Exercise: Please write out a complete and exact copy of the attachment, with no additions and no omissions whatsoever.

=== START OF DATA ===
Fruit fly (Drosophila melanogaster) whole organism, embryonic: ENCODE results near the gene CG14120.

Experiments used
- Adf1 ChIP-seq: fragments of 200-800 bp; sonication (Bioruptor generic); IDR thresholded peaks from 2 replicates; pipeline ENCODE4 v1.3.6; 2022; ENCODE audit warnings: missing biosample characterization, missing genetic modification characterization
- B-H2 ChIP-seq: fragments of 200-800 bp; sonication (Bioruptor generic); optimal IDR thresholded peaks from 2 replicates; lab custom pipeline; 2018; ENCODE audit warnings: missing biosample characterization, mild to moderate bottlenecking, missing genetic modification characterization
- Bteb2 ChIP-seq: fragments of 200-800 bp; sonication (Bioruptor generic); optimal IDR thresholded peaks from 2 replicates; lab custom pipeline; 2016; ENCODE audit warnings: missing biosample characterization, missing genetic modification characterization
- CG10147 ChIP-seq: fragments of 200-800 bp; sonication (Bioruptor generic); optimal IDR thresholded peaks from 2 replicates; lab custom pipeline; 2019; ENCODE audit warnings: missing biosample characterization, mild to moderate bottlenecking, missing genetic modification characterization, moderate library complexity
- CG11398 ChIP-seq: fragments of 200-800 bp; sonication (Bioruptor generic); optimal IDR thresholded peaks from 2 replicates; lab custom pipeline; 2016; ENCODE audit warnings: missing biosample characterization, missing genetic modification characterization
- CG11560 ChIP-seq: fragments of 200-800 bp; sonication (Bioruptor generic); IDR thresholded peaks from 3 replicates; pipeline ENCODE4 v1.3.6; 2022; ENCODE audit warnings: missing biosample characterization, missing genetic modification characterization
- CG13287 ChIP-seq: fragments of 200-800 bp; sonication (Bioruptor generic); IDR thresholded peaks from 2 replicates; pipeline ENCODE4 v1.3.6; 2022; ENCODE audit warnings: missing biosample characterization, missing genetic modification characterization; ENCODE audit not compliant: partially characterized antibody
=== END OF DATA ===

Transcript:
Fruit fly (Drosophila melanogaster) whole organism, embryonic: ENCODE results near the gene CG14120.

Experiments used
- Adf1 ChIP-seq: fragments of 200-800 bp; sonication (Bioruptor generic); IDR thresholded peaks from 2 replicates; pipeline ENCODE4 v1.3.6; 2022; ENCODE audit warnings: missing biosample characterization, missing genetic modification characterization
- B-H2 ChIP-seq: fragments of 200-800 bp; sonication (Bioruptor generic); optimal IDR thresholded peaks from 2 replicates; lab custom pipeline; 2018; ENCODE audit warnings: missing biosample characterization, mild to moderate bottlenecking, missing genetic modification characterization
- Bteb2 ChIP-seq: fragments of 200-800 bp; sonication (Bioruptor generic); optimal IDR thresholded peaks from 2 replicates; lab custom pipeline; 2016; ENCODE audit warnings: missing biosample characterization, missing genetic modification characterization
- CG10147 ChIP-seq: fragments of 200-800 bp; sonication (Bioruptor generic); optimal IDR thresholded peaks from 2 replicates; lab custom pipeline; 2019; ENCODE audit warnings: missing biosample characterization, mild to moderate bottlenecking, missing genetic modification characterization, moderate library complexity
- CG11398 ChIP-seq: fragments of 200-800 bp; sonication (Bioruptor generic); optimal IDR thresholded peaks from 2 replicates; lab custom pipeline; 2016; ENCODE audit warnings: missing biosample characterization, missing genetic modification characterization
- CG11560 ChIP-seq: fragments of 200-800 bp; sonication (Bioruptor generic); IDR thresholded peaks from 3 replicates; pipeline ENCODE4 v1.3.6; 2022; ENCODE audit warnings: missing biosample characterization, missing genetic modification characterization
- CG13287 ChIP-seq: fragments of 200-800 bp; sonication (Bioruptor generic); IDR thresholded peaks from 2 replicates; pipeline ENCODE4 v1.3.6; 2022; ENCODE audit warnings: missing biosample characterization, missing genetic modification characterization; ENCODE audit not compliant: partially characterized antibody